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Do Women with Breast Cancer–related Lymphoedema Need to Wear Compression While Exercising?: Results from a Systematic Review and Meta-analysis

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Purpose of Review To undertake a systematic review and meta-analysis to evaluate the effects of wearing compression versus no compression during a single bout of exercise, and during an exercise intervention, for those with breast cancer-related lymphoedema (BCRL). A multiple database search was undertaken to identify eligible randomised controlled trials (RCTs) and non-RCTs involving those with BCRL. The primary outcome variable was lymphoedema and pooled statistics were calculated using standardised mean differences (SMDs) within or between compression and no compression groups. Recent Findings Six eligible studies were identified and rated as either moderate (n = 5) or strong (n = 1) quality. No within-group change in lymphoedema was observed after a single bout of exercise or after an exercise intervention period with compression (SMD = − 0.08 [95% CI = − 0.36, 0.21]; and SMD = − 0.20 [95% CI = − 0.63, 0.22], respectively) or without compression (SMD = 0.05 [95% CI = − 0.23, 0.34]; and, SMD = − 0.17 [95% CI = − 0.56, 0.22], respectively). There was also no between-group difference found post-exercise (single bout or intervention period) between those exercising with and without compression (SMD = − 0.08 [95% CI = − 0.28, 0.12]). Summary There appears to be no consistent benefit or adverse effect of wearing compression for BCRL during a single exercise bout or an exercise intervention period.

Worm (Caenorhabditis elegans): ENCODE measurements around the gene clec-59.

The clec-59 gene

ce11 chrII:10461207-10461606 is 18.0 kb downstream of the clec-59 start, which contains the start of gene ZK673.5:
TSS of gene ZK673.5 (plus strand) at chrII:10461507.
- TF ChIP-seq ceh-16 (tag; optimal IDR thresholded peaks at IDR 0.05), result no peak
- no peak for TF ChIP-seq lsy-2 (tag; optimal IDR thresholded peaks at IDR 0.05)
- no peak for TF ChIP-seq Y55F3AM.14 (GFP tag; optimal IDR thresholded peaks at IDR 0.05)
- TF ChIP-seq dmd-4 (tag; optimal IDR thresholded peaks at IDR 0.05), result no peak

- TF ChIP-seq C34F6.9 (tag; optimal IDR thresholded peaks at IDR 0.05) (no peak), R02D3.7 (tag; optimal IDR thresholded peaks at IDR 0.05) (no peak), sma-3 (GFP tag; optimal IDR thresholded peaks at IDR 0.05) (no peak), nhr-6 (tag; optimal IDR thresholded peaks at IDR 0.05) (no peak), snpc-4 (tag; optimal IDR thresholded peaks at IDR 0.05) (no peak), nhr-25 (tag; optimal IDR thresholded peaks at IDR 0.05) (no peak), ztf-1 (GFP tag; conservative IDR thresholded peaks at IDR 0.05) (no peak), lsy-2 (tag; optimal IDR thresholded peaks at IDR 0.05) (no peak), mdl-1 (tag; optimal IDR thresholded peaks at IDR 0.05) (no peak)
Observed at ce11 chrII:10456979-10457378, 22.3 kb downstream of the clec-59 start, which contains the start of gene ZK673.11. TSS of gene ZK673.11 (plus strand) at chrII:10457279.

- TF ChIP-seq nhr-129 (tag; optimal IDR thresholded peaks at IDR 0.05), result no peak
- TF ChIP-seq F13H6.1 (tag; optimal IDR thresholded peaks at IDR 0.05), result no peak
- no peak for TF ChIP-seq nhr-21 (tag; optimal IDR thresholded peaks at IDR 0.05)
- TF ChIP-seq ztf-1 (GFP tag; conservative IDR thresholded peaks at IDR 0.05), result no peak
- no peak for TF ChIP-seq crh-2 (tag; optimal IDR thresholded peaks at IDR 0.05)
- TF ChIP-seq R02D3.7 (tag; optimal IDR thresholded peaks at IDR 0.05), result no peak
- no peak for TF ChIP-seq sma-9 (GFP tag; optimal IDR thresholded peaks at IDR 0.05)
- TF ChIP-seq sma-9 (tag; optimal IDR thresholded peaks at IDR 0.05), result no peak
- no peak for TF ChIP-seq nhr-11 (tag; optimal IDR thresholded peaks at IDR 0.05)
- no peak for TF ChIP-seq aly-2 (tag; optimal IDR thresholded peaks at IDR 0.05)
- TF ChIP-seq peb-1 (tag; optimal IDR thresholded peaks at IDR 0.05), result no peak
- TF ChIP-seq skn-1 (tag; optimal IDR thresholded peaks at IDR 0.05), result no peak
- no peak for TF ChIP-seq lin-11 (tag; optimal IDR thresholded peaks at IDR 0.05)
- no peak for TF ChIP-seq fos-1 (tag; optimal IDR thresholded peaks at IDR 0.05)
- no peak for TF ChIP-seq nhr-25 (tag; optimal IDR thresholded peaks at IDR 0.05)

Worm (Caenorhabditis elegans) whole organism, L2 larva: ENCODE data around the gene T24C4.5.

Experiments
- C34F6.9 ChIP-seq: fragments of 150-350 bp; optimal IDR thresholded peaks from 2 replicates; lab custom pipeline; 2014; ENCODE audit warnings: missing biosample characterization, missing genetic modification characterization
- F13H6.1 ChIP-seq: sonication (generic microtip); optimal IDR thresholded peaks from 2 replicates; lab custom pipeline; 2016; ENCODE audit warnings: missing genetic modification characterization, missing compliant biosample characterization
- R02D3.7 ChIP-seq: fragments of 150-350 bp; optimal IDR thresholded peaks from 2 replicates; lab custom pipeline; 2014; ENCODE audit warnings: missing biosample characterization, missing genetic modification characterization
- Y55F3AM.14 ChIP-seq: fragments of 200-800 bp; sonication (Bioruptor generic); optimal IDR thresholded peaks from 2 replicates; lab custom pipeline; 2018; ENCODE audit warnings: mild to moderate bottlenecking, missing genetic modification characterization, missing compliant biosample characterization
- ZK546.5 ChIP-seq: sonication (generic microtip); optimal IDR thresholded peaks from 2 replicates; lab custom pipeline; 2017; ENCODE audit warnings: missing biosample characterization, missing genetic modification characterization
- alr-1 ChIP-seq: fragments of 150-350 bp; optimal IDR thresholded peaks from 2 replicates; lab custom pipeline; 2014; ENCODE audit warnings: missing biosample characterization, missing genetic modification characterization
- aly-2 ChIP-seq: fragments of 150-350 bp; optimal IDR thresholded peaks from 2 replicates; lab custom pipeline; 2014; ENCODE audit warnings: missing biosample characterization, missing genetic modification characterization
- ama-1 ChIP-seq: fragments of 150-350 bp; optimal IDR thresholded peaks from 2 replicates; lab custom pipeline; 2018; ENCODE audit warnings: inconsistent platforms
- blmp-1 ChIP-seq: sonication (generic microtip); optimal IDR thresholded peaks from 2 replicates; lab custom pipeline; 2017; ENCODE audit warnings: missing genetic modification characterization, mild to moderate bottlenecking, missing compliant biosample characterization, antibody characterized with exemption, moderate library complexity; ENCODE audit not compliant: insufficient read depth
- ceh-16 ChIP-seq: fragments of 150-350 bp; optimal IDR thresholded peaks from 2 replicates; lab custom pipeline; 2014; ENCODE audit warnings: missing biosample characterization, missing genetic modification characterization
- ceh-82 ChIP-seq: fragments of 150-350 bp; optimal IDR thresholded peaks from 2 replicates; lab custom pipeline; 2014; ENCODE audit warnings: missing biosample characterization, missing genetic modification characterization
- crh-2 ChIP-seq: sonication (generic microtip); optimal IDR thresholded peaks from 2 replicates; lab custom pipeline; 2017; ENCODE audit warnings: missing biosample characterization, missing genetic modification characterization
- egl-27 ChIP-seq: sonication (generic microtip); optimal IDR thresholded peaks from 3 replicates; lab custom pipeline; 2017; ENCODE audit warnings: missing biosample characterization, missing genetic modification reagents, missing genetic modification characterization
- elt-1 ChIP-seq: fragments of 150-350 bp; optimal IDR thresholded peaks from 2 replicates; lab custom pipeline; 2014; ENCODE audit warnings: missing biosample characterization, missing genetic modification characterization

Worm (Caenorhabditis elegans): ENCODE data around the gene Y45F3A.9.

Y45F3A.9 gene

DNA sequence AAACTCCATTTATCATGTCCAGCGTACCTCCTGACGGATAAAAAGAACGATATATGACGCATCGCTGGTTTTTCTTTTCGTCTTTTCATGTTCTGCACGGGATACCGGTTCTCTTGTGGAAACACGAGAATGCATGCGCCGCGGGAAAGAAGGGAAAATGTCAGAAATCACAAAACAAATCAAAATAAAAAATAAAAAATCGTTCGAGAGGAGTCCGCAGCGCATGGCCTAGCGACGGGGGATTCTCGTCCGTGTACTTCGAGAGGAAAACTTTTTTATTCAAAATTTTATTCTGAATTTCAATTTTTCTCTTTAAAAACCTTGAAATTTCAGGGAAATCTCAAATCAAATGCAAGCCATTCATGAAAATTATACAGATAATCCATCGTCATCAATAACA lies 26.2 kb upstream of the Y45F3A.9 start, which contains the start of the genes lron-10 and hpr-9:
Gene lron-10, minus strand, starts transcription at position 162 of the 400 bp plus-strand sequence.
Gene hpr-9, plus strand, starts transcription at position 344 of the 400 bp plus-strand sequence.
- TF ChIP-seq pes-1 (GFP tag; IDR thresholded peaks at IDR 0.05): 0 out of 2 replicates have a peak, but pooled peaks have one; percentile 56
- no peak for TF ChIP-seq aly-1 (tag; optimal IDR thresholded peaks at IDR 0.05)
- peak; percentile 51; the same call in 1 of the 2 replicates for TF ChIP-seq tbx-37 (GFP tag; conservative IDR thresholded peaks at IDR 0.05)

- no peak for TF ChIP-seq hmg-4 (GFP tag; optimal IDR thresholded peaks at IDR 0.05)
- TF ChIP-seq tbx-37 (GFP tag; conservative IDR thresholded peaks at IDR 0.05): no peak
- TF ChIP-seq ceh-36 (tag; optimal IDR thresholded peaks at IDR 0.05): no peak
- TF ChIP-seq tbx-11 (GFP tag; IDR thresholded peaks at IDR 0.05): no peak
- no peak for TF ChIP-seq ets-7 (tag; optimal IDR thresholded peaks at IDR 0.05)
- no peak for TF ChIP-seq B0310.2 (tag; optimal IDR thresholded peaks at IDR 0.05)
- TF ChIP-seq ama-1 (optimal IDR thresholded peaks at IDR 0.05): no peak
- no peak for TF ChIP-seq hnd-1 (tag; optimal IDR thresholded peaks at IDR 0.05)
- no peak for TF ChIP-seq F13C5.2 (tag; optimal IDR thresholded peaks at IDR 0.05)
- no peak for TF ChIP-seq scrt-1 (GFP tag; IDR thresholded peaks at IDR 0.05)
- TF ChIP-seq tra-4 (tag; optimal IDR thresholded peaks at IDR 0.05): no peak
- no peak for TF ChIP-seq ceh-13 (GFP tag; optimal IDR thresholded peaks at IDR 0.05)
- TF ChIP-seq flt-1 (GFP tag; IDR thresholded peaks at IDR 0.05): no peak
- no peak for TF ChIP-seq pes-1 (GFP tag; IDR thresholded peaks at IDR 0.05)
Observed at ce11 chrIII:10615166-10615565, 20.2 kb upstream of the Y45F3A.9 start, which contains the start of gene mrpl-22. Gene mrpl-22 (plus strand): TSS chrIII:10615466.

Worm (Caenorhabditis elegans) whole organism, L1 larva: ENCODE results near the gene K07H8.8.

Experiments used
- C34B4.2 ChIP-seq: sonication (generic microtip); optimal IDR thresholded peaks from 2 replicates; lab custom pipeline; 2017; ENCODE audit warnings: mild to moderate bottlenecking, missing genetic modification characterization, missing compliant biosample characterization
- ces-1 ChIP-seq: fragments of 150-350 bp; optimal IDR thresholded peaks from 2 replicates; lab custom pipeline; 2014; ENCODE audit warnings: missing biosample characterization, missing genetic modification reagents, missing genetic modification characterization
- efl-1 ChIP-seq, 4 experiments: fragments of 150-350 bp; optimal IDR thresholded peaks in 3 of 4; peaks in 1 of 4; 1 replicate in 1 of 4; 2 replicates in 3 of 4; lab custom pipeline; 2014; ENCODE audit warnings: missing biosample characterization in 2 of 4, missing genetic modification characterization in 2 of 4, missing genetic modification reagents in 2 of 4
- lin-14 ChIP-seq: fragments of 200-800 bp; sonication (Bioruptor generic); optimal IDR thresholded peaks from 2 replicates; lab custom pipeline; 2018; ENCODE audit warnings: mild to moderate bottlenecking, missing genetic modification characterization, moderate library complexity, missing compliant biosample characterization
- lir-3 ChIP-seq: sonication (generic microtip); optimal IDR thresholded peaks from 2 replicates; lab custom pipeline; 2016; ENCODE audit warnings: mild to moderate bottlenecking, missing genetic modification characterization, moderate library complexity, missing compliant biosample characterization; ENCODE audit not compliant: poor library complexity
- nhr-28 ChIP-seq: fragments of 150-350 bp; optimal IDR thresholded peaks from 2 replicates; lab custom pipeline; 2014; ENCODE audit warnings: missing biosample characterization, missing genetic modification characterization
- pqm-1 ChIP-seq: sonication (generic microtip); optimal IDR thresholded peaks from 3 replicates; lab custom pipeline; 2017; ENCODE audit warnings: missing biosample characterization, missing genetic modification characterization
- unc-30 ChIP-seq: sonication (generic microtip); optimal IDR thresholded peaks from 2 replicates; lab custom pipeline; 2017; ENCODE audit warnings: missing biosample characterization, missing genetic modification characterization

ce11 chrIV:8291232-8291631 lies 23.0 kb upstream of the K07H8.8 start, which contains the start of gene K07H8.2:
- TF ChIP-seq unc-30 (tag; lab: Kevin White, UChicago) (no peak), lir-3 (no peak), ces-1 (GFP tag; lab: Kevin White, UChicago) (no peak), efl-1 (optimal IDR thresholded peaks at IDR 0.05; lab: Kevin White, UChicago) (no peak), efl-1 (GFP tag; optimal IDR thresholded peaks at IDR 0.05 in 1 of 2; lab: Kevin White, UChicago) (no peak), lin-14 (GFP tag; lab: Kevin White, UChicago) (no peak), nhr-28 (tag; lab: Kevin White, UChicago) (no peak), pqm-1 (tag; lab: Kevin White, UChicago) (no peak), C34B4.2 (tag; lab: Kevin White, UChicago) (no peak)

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LYMPHEDEMA INCIDENCE, PREVENTION AND TREATMENT (J ARMER, SECTION EDITOR)
Do Women with Breast Cancerrelated Lymphoedema Need to Wear
Compression While Exercising?: Results from a Systematic Review
and Meta-analysis
Sandi Hayes
1
&Ben Singh
2
&Kira Bloomquist
3
&Karin Johansson
4
#Springer Science+Business Media, LLC, part of Springer Nature 2020
Abstract
Purpose of Review To undertake a systematic review and meta-analysis to evaluate the effects of wearing compression versus no
compression during a single bout of exercise, and during an exercise intervention, for those with breast cancer-related
lymphoedema (BCRL). A multiple database search was undertaken to identify eligible randomised controlled trials (RCTs)
and non-RCTs involving those with BCRL. The primary outcome variable was lymphoedema and pooled statistics were
calculated using standardised mean differences (SMDs) within or between compression and no compression groups.
Recent Findings Six eligible studies were identified and rated as either moderate (n=5)orstrong(n=1)quality. No within-
group change in lymphoedema was observed after a single bout of exercise or after an exercise intervention period with
compression (SMD = 0.08 [95% CI = 0.36, 0.21]; and SMD = 0.20 [95% CI = 0.63, 0.22], respectively) or without